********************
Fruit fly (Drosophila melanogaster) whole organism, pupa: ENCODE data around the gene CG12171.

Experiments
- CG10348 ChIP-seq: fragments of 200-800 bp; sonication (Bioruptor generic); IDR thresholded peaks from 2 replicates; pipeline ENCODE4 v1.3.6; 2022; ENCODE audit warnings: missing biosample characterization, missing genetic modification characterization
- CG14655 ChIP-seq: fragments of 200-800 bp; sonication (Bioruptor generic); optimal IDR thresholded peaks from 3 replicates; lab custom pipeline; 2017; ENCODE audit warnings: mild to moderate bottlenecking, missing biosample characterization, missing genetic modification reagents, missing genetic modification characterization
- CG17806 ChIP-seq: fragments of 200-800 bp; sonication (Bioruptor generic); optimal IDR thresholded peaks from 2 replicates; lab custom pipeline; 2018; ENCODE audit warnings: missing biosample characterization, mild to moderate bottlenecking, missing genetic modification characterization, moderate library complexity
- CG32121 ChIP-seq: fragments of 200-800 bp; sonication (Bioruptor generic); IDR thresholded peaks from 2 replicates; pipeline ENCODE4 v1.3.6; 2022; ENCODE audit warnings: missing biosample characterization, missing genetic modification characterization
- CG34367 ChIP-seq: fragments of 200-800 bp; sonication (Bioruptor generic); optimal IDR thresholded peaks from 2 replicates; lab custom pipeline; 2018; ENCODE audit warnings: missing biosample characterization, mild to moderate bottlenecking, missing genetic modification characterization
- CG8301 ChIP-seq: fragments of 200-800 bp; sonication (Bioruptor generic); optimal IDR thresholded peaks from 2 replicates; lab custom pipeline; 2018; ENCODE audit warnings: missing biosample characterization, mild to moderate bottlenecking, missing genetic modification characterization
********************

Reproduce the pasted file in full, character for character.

Fruit fly (Drosophila melanogaster) whole organism, pupa: ENCODE data around the gene CG12171.

Experiments
- CG10348 ChIP-seq: fragments of 200-800 bp; sonication (Bioruptor generic); IDR thresholded peaks from 2 replicates; pipeline ENCODE4 v1.3.6; 2022; ENCODE audit warnings: missing biosample characterization, missing genetic modification characterization
- CG14655 ChIP-seq: fragments of 200-800 bp; sonication (Bioruptor generic); optimal IDR thresholded peaks from 3 replicates; lab custom pipeline; 2017; ENCODE audit warnings: mild to moderate bottlenecking, missing biosample characterization, missing genetic modification reagents, missing genetic modification characterization
- CG17806 ChIP-seq: fragments of 200-800 bp; sonication (Bioruptor generic); optimal IDR thresholded peaks from 2 replicates; lab custom pipeline; 2018; ENCODE audit warnings: missing biosample characterization, mild to moderate bottlenecking, missing genetic modification characterization, moderate library complexity
- CG32121 ChIP-seq: fragments of 200-800 bp; sonication (Bioruptor generic); IDR thresholded peaks from 2 replicates; pipeline ENCODE4 v1.3.6; 2022; ENCODE audit warnings: missing biosample characterization, missing genetic modification characterization
- CG34367 ChIP-seq: fragments of 200-800 bp; sonication (Bioruptor generic); optimal IDR thresholded peaks from 2 replicates; lab custom pipeline; 2018; ENCODE audit warnings: missing biosample characterization, mild to moderate bottlenecking, missing genetic modification characterization
- CG8301 ChIP-seq: fragments of 200-800 bp; sonication (Bioruptor generic); optimal IDR thresholded peaks from 2 replicates; lab custom pipeline; 2018; ENCODE audit warnings: missing biosample characterization, mild to moderate bottlenecking, missing genetic modification characterization